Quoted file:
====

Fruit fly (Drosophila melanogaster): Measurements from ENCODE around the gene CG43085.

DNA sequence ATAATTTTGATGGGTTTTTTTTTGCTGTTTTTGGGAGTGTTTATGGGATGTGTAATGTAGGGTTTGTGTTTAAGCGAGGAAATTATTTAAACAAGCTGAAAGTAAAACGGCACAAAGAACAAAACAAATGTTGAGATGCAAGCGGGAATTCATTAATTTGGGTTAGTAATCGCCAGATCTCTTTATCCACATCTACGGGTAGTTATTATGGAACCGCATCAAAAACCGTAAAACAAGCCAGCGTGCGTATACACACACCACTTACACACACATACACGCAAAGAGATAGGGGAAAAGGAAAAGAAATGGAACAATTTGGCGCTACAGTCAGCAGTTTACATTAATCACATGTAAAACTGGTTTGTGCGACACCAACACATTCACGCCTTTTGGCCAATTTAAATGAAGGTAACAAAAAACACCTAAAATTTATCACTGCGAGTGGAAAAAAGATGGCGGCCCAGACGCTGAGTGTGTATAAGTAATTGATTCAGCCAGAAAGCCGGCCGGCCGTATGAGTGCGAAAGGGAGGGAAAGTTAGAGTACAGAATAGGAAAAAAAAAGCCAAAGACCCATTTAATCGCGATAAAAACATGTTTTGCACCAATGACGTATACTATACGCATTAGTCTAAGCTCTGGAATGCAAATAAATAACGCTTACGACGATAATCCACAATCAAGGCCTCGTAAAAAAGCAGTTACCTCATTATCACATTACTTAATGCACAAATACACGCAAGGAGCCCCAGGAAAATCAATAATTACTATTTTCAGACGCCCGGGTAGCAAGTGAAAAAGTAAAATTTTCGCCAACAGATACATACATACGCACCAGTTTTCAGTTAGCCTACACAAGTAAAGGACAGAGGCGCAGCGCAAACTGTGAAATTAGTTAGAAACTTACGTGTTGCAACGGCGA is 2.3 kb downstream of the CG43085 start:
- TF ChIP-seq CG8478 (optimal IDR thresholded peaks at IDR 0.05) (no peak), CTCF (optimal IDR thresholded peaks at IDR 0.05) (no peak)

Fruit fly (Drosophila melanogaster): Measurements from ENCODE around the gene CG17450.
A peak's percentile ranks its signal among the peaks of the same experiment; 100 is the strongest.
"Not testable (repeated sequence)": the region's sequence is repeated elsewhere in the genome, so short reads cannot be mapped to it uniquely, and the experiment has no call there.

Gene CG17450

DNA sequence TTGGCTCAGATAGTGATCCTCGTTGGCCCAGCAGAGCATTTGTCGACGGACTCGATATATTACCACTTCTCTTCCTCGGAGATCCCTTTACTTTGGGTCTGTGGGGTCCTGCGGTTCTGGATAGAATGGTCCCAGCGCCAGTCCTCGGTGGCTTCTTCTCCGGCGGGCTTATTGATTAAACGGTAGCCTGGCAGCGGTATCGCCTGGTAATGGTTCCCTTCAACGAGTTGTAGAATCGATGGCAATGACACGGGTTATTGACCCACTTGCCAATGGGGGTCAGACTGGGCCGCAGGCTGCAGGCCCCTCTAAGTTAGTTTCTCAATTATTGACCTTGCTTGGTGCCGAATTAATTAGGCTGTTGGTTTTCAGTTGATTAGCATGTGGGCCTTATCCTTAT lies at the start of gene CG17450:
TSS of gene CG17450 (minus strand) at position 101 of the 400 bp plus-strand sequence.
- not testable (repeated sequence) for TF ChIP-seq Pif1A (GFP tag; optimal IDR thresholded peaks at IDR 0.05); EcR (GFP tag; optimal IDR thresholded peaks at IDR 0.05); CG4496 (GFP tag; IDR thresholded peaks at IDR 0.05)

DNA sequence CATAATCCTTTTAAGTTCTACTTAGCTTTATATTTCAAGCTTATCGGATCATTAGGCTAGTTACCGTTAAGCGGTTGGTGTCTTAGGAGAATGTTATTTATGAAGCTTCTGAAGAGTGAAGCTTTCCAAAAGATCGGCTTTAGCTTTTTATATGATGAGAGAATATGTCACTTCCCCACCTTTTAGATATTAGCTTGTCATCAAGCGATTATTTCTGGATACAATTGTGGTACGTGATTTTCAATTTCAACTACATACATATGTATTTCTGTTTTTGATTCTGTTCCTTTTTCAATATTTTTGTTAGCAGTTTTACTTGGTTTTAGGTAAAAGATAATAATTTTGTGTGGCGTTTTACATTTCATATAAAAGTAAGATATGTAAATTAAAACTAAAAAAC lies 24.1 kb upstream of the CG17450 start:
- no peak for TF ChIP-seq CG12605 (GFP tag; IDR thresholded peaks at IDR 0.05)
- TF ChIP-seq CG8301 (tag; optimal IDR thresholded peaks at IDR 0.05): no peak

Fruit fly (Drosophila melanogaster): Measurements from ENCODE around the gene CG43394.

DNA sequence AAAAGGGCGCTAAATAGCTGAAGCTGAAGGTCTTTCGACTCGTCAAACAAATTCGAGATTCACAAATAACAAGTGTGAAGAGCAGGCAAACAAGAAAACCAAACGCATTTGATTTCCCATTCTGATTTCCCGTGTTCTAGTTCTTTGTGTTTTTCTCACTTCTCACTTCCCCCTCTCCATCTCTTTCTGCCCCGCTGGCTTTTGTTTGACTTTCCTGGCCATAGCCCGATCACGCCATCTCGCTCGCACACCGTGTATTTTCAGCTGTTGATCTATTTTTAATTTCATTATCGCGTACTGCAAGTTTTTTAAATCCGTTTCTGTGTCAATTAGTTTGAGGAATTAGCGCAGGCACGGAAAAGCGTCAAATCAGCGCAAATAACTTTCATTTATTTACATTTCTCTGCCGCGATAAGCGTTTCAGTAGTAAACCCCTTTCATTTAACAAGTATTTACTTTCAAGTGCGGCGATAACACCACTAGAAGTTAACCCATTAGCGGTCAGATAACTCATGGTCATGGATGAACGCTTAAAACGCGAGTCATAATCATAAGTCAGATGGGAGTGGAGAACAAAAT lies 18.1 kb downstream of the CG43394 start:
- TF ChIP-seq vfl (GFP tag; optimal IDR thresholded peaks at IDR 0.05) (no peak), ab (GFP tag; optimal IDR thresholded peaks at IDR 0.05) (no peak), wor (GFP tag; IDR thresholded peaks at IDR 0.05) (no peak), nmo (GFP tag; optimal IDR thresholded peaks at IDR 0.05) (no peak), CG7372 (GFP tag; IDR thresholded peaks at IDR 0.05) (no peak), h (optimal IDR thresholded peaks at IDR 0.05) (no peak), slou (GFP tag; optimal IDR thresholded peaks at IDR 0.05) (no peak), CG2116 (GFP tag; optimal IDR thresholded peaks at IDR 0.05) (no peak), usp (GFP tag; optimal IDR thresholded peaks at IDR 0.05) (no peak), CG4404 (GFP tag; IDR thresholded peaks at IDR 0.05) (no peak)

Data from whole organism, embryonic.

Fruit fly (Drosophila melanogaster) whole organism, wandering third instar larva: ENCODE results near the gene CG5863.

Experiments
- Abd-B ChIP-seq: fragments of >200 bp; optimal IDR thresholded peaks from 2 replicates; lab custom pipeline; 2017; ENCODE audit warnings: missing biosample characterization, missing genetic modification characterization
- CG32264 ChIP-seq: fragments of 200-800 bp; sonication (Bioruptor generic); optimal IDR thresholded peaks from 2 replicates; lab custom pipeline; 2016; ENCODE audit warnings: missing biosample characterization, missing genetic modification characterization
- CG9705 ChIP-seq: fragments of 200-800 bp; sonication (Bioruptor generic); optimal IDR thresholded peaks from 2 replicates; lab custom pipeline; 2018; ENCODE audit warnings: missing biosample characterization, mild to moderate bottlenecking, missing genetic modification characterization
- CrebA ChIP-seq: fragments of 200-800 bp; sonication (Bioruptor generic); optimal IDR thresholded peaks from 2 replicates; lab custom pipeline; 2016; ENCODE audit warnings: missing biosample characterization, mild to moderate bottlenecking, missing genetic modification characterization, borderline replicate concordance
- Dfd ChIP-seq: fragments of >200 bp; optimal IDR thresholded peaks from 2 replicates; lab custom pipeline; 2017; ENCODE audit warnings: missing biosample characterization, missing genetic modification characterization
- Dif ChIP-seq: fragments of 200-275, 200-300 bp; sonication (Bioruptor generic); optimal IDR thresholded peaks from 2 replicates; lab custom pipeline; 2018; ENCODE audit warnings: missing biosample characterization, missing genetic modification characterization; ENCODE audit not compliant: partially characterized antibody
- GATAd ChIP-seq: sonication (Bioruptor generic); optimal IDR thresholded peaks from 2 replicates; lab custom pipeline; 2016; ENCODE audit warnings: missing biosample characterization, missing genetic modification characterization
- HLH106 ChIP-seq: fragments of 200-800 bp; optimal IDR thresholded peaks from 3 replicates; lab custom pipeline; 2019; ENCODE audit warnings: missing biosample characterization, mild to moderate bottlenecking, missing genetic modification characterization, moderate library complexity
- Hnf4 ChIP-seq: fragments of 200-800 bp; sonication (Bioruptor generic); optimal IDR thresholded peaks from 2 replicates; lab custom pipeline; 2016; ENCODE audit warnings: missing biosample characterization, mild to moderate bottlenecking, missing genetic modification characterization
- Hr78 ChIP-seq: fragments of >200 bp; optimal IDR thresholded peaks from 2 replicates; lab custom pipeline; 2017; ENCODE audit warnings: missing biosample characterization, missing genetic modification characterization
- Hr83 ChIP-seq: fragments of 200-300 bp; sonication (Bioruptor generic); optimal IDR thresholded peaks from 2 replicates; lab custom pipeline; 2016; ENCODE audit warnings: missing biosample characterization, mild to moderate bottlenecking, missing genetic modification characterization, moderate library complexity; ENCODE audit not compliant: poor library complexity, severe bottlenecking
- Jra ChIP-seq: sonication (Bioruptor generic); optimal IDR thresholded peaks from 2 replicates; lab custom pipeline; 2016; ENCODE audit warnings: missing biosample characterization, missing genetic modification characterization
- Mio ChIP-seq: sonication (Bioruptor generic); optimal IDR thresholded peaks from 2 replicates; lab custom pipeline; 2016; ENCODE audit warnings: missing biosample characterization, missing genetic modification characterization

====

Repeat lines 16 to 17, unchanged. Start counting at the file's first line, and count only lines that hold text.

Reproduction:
- TF ChIP-seq vfl (GFP tag; optimal IDR thresholded peaks at IDR 0.05) (no peak), ab (GFP tag; optimal IDR thresholded peaks at IDR 0.05) (no peak), wor (GFP tag; IDR thresholded peaks at IDR 0.05) (no peak), nmo (GFP tag; optimal IDR thresholded peaks at IDR 0.05) (no peak), CG7372 (GFP tag; IDR thresholded peaks at IDR 0.05) (no peak), h (optimal IDR thresholded peaks at IDR 0.05) (no peak), slou (GFP tag; optimal IDR thresholded peaks at IDR 0.05) (no peak), CG2116 (GFP tag; optimal IDR thresholded peaks at IDR 0.05) (no peak), usp (GFP tag; optimal IDR thresholded peaks at IDR 0.05) (no peak), CG4404 (GFP tag; IDR thresholded peaks at IDR 0.05) (no peak)

Data from whole organism, embryonic.